And everyone I must say was just thanking us – and they were making comments like “we’re gonna have a hot shower soon”.
Some people’s English was very good: “When we get to the hotel we’re going to have a hot shower”, which was very difficult to hear because we just responded that we don’t know where they would be going. I didn’t know what would be happening for them.
And then there was a woman whose trainers were so wet and she was a size 5. And she was saying “I need some shoes.” So, while I was waiting for Nick to bring the pants and the socks, I started knocking on doors. And if you know Pett Level – it’s the super-rich live there – I’m sure that there are a few people who have lived there all their lives, but essentially it’s the super-rich, and a few who have retained their homes since childhood.
The first house was a resident – probably lived there a long time.
I said: “Hello – ah –”
And she said: “Oh are you with this group?”
And I said: “Well I’m Just trying to help some of these refugees who’ve just arrived here and many of them don’t have shoes and there’s a lady who just needs a size 5 shoe because her trainers are so wet. Do you have any size 5 shoes? Anything?”
And she stopped for a minute and I thought: ‘Oh no what’s she going to say?’
But she just said: “I’m sorry I’m not a size 5”.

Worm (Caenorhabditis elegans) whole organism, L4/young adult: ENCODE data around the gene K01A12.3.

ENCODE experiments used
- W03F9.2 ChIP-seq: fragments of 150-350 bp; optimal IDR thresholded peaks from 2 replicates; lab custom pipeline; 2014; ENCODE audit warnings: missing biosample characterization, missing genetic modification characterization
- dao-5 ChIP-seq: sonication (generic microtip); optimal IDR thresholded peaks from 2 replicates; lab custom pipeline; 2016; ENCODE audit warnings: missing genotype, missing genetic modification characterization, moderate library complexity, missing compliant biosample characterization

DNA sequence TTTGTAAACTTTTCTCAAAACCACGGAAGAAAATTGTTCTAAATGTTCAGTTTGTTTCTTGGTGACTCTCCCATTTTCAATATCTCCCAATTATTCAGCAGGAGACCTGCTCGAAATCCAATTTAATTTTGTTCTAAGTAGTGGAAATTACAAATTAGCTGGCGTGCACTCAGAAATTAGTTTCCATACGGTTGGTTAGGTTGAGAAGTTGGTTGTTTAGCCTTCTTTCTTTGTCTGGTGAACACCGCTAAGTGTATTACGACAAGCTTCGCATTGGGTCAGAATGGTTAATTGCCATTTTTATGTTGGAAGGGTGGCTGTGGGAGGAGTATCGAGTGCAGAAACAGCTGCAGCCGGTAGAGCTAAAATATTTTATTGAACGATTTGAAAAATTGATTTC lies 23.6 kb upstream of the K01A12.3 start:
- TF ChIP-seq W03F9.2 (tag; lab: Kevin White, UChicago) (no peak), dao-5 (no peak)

I responded: ‘Thank you no problem.’ And I said “What are your neighbours like? Are they friendly?” And she went “I don’t know who the neighbours are- they’re all holiday homes. The people who live further down- you don’t see them because it’s all gated isn’t it.”
I knocked on two other doors. One response was hostile – “I don’t want to get involved”. And I just thanked him and walked away.
And then I phoned someone I knew in Pett Level – an acquaintance at work, who I know would have helped if she could but again no size 5.
In retrospect probably a size 6 would have been all right but I think that in the moment people get caught up in the detail. And we didn’t get shoes for that young woman. We didn’t get any shoes for her. But we did get some socks.
Jane’s in the boathouse. She was with a chap who – who seemed to… we were worried he was dead. He was the guy with no trousers and his eyes had rolled back into the back of his head and she was jolting him awake. She was putting food into his mouth. Because of course these people were exhausted, exhausted and she did that a couple of times and she was being very firm with him about taking this food and I was so grateful that she ‘d been able to get there because I think together -we- it worked much better together, because it was very overwhelming as an individual.
The next thing; Nick’s stuck in a traffic queue half a mile away, so I start running – running literally out of Pett to retrieve these pants and socks from him.
And the traffic queue – all these people in the traffic queue saying “What’s going on – what’s going on?”
So I’m just running, and I get this bag from Nick in his car, and as I’m coming back, this guy gets out of his car – he was talking to someone else. “Oh there’s some economic migrants – some economic migrants have just arrived.”